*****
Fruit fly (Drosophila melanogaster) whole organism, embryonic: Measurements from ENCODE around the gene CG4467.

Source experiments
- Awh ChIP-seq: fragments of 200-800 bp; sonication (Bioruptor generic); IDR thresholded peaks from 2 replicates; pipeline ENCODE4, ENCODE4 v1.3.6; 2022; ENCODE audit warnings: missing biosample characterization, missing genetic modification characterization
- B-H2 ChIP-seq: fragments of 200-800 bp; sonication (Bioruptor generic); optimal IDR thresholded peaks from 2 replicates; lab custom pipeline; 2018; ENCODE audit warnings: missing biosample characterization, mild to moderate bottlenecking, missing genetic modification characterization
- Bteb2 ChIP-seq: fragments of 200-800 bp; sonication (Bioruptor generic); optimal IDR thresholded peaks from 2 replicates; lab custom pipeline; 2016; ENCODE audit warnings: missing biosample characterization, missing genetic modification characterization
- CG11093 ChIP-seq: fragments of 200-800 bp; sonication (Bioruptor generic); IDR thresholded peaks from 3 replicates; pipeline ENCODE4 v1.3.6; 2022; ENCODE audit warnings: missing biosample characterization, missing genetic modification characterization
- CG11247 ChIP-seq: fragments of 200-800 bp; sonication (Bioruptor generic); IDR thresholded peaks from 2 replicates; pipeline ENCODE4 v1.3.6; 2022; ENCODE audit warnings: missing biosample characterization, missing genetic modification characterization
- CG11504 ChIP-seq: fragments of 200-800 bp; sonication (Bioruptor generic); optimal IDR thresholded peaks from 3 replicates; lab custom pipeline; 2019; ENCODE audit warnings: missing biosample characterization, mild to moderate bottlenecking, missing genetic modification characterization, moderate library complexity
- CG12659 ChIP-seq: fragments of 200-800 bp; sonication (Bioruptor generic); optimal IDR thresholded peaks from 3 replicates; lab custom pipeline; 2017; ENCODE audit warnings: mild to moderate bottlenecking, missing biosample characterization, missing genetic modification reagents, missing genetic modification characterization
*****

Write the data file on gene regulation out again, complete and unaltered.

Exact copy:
Fruit fly (Drosophila melanogaster) whole organism, embryonic: Measurements from ENCODE around the gene CG4467.

Source experiments
- Awh ChIP-seq: fragments of 200-800 bp; sonication (Bioruptor generic); IDR thresholded peaks from 2 replicates; pipeline ENCODE4, ENCODE4 v1.3.6; 2022; ENCODE audit warnings: missing biosample characterization, missing genetic modification characterization
- B-H2 ChIP-seq: fragments of 200-800 bp; sonication (Bioruptor generic); optimal IDR thresholded peaks from 2 replicates; lab custom pipeline; 2018; ENCODE audit warnings: missing biosample characterization, mild to moderate bottlenecking, missing genetic modification characterization
- Bteb2 ChIP-seq: fragments of 200-800 bp; sonication (Bioruptor generic); optimal IDR thresholded peaks from 2 replicates; lab custom pipeline; 2016; ENCODE audit warnings: missing biosample characterization, missing genetic modification characterization
- CG11093 ChIP-seq: fragments of 200-800 bp; sonication (Bioruptor generic); IDR thresholded peaks from 3 replicates; pipeline ENCODE4 v1.3.6; 2022; ENCODE audit warnings: missing biosample characterization, missing genetic modification characterization
- CG11247 ChIP-seq: fragments of 200-800 bp; sonication (Bioruptor generic); IDR thresholded peaks from 2 replicates; pipeline ENCODE4 v1.3.6; 2022; ENCODE audit warnings: missing biosample characterization, missing genetic modification characterization
- CG11504 ChIP-seq: fragments of 200-800 bp; sonication (Bioruptor generic); optimal IDR thresholded peaks from 3 replicates; lab custom pipeline; 2019; ENCODE audit warnings: missing biosample characterization, mild to moderate bottlenecking, missing genetic modification characterization, moderate library complexity
- CG12659 ChIP-seq: fragments of 200-800 bp; sonication (Bioruptor generic); optimal IDR thresholded peaks from 3 replicates; lab custom pipeline; 2017; ENCODE audit warnings: mild to moderate bottlenecking, missing biosample characterization, missing genetic modification reagents, missing genetic modification characterization